It took a lot of wrapping, some last minute scrambling and a fair bit of traveling, but all the gifts finally got finished, wrapped and delivered to the appropriate drop-off porches before Christmas!
I even had time to finish the Christmas baking, decorate the house and send two last Christmas cards, all before Christmas Eve! This could be a new record for me, getting everything done on time so there was nothing left to do on Christmas day but cook dinner and take it easy.
It’s not the kind of Christmas we’ve had in recent years, and even before that, Christmas happened in various places – one year I traveled by Greyhound bus to Pullman, Washington a few days before Christmas to visit my sister and her family and flew back to Calgary on Christmas day, eating what passed for Christmas dinner in the Spokane airport after being delivered there by a bus driver wearing a Santa suit.
Many years saw us heading to Calgary for Christmas at my in-laws’ home, after my father-in-law could no longer travel up here to join us, and after he passed on, or else my mother-in-law would hop on the Greyhound to spend the holiday with us, as long as she could travel. Having Christmas at home seemed like a luxury in those days.
More recently, we’ve had a standing invitation to both daughters’ homes for Christmas, or Boxing Day, or New Year’s, depending on who was working when to determine when most people were available, including the year my mother-in-law spent at Parkview Extended Care, when we picked her up and took her along with us on Christmas day.
We have always had some kind of family celebration here, although often not on Christmas day, and with the family expanding considerably over the years, it grew from table to full length to bringing up the old table to add on, then adding a card table as well and finally to sending some of them down to eat on the quilting tables in the rumpus room. It was loud, crowded and festive to the max and the house was so very quiet after they went home, except for the dishwasher chugging through several loads of dishes, one after the other.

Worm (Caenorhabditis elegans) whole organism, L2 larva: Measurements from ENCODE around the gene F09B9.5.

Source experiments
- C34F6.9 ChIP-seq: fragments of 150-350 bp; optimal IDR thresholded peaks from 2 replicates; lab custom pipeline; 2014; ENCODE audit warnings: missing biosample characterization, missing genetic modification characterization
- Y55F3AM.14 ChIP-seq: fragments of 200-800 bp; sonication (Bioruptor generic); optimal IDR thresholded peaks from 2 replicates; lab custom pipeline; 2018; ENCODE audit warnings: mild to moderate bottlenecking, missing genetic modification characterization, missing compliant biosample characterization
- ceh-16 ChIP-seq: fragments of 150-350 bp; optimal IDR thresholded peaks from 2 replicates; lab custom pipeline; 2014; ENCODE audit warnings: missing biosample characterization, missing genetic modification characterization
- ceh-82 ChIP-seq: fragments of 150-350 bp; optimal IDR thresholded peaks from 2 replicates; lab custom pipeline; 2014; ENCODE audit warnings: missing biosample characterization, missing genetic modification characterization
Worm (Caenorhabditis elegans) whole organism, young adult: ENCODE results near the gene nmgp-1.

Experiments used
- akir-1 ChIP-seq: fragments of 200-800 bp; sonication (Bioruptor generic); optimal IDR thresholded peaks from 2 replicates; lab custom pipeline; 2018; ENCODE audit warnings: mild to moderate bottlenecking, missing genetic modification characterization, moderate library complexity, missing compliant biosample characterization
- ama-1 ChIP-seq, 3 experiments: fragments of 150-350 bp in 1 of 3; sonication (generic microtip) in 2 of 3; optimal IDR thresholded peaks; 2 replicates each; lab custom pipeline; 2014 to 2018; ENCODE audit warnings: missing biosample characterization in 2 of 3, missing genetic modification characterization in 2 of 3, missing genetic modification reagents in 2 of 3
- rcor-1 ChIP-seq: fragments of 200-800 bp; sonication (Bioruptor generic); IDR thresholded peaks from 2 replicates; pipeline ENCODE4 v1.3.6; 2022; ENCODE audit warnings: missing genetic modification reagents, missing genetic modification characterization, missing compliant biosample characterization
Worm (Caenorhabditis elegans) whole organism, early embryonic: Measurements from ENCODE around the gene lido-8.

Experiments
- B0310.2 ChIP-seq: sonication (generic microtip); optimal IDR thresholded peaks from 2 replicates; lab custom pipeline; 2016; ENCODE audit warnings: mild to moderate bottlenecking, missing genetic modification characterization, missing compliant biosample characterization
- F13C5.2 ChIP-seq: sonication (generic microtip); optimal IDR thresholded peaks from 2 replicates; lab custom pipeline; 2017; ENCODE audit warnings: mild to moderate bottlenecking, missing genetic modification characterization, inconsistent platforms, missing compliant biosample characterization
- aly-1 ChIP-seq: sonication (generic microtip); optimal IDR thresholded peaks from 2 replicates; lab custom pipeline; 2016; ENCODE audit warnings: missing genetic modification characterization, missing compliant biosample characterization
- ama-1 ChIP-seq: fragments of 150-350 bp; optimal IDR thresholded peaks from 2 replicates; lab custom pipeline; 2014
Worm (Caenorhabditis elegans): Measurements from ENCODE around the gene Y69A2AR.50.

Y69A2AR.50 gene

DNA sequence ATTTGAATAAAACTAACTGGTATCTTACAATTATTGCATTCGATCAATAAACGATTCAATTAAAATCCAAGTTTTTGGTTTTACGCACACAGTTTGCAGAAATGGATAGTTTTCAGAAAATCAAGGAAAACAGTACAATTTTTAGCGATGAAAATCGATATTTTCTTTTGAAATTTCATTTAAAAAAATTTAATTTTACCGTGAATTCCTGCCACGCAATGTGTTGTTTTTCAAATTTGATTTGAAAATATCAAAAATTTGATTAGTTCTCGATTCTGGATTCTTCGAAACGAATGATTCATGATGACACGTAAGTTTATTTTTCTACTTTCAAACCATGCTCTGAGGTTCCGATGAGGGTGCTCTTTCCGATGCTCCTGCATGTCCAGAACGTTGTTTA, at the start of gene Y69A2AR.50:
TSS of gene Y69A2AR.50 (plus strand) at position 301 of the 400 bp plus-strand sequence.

We not only outgrew tables, we outgrew sets of dishes – the pine bough set I gave my mother the first Christmas I had a job only set eight places, the blue-and-white set collected one plate at a time as a grocery store bonus set 12 and the snowman and snowflakes set is good for 14. By the time we were having the whole gang, we were using a set for 16 we got as a gift one year, and another set for the kids. One year, we had two settings, feeding the kids first while the adults enjoyed happy hour.
This year was very different. We could use the pine plates, which are 59 years old but have barely been out of the china cabinet for decades. We needed only one table, with no leaves and no looking for big enough tablecloths, and we weren’t hauling the folding chairs upstairs for extra seating. And after we ate, the dishwasher wasn’t anywhere near full, but the fridge was stuffed with enough leftovers for days to come.
We had ourselves a very quiet and restful Christmas, and while we missed being with the whole gang, at their homes or ours, we knew we were doing our part of what was necessary to keep ourselves and the rest of the family safe. Maybe next year, we can get back to the usual big gatherings that always make me want to quote Maurice Sendak in ‘Where the Wild Things Are’ and his decree, “Let the wild rumpus begin!”
As for New Year’s, that hasn’t usually been a big celebration since the days when we would go to the New Year’s Eve dances in Elk Point or Armistice, and the last time we had a New Year’s Eve party was in 1999, when we wondered if the world would end on the stroke of midnight. It didn’t, we’re all still here, and this too shall pass.
Happy New Year everyone!